Book Review

The Liffey Press: Dublin. Oct. 2017. €29.95. pp450. ISBN 978-0-9957927-1-5

For most people with health queries, the main source of information is likely to be the internet. But as everybody knows, it can also be wildly inaccurate and even dangerous. Those with axes to grind and those who have had bad experiences are given free rein to post whatever they consider to be correct. Psychiatry has no shortage of people who are crusaders for or against particular treatment approaches and there are many who doubt the very existence of mental illness. Those who have a genuine interest in mental illness, either through curiosity or more personally when they or a family member are diagnosed with a psychiatric disorder, will find in Brendan Kelly’s book Mental health in Ireland” a treasure trove. It is unique in being the first book for the Irish public dealing with mental illness. But is also discusses happiness and cites some Irish studies that will be of great interest to readers.

This book is written by a former colleague of mine now based in Tallaght Hospital as Professor of Psychiatry in Trinity College. He is a mainstream practising psychiatrist, an avid researcher and has a keen interest in the history of psychiatry in Ireland, warts and all.

The book is divided into two parts – the first dealing with the various psychiatric disorders that have been identified and the second addressing mental healthcare in Ireland including the legislation governing Compulsory Admission, Capacity (decision making) and stigma. In this section he examines happiness and Human Rights and their application to those with mental illness. Kelly is ideally placed to write on these topics as he is the author of a definitive book on human rights and mental illness published last year titled Mental Illness, Human Rights and the Law. Also explored in his new book is the labyrinthine course that faces those trying to access psychiatric services for both adults and children.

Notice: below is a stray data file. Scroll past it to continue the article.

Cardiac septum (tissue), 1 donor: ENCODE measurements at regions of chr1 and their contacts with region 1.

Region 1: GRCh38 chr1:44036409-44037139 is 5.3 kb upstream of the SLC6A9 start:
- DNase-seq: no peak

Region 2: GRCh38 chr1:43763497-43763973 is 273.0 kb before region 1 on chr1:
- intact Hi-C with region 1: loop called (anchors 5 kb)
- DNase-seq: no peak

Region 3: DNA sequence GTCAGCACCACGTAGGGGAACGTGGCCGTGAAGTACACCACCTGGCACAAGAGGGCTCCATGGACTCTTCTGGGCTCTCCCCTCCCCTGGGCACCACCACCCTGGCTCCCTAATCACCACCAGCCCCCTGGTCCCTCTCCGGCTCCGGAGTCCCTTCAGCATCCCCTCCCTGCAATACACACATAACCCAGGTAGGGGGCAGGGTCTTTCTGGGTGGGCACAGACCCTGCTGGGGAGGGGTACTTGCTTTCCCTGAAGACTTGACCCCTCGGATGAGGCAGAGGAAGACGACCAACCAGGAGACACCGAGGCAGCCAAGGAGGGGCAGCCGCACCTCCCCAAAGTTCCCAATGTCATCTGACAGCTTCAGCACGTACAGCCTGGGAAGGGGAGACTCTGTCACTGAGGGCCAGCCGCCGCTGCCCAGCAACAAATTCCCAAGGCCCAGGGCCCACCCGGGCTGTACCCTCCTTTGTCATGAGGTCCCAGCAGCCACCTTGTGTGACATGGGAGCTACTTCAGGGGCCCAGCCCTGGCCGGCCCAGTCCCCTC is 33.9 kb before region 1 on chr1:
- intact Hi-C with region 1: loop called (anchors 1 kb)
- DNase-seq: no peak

The chapters on the various psychiatric disorders are written with four questions in mind: what are the causes, how common is it, what are the signs and symptoms and what is the treatment? These are answered in clear and accessible, jargon-free language. He deals with bipolar disorder, schizophrenia, depressive illness, eating disorders and so on but he also addresses less commonly discussed conditions such as personality disorder. stress and delusional disorders. This is not a dry, turgid work but one that is enlivened by the inclusion of illustrative case vignettes.

Kelly’s commitment to the values of engagement, tolerance and compassion in the delivery of mental health services and in promoting recovery are emphasised but he points out that this is not always the case in particular when controversies such as those relating to antidepressants are raging. This book will be of great assistance in injecting a modicum of knowledge and civility into public discussions of such topics in the future. But it is the person on the street, or their family member, newly diagnosed and seeking accurate information who will derive most benefit from this very clear, readable and comprehensive work.

Review- Prof Patricia R. Casey, Consultant Psychiatrist, Mater Misericordiae University Hospital,

(P697)